This policy brief aims to provide input into the role of the health sector in preventing and addressing IPV among migrant women and those of ethnic minorities. It describes the scope of the problem, presenting key evidence, and makes recommendations for health policy and health systems, health facilities and health service providers.

To download the report, click here on

Global Status Report on Violence Prevention 2014

475,000 people were murdered in 2012, making homicide the third leading cause of death for men between the ages of 15 and 44, according to this report.

This is a 16% decrease since 2000 but non-fatal violence remains widespread, taking a particular toll on women and children.

One in four children has been physically abused; one in five girls has been sexually abused; and one in three women has been a victim of physical and/or sexual intimate partner violence at some point in her lifetime.

Jointly published by WHO, the United Nations Development Programme and the United Nations Office on Drugs and Crime, the “Global status report on violence prevention 2014” is the first report of its kind to assess national efforts to address interpersonal violence, namely child maltreatment, youth violence, intimate partner and sexual violence, and elder abuse.

Individual country profiles reflect the extent to which key violence prevention programmes and laws and selected services for victims of violence are being implemented.

Key findings include:

  • one half of countries are implementing school-based programmes to teach children and adolescents “life-skills” such as non-violent conflict resolution;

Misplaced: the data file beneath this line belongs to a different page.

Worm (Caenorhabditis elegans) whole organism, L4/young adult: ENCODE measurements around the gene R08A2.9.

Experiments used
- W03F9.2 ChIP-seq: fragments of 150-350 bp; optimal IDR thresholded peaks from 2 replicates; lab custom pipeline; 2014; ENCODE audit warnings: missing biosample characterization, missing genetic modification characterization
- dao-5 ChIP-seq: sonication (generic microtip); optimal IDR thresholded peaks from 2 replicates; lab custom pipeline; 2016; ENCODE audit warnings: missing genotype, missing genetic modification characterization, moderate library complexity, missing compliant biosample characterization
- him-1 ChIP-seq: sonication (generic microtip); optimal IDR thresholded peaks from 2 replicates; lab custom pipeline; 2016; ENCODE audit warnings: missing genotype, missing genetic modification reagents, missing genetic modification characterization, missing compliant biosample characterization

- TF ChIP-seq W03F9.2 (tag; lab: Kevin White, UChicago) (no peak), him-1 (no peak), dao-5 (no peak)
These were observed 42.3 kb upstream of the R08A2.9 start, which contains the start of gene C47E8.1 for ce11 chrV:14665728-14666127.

• one half of countries are promoting efforts to change gender norms supportive of violence against women
  • one third of countries are putting in place programmes to improve parenting in families at risk of violence;
  • less than one quarter of countries are developing public information campaigns to prevent elder abuse.

The Global status report on violence prevention 2014 calls for a scaling up of violence       prevention programmes in all countries; stronger legislation and enforcement of laws relevant for violence prevention; strengthened justice and security institutions to uphold the rule of law; and enhanced services for victims of violence. It also advocates for better and more effective use of data to inform violence prevention programming and to measure progress.The report is intended for use by governments to help identify gaps and encourage and guide actions and by nongovernmental organizations and experts to assist governments in their efforts.

To read the full report, click here on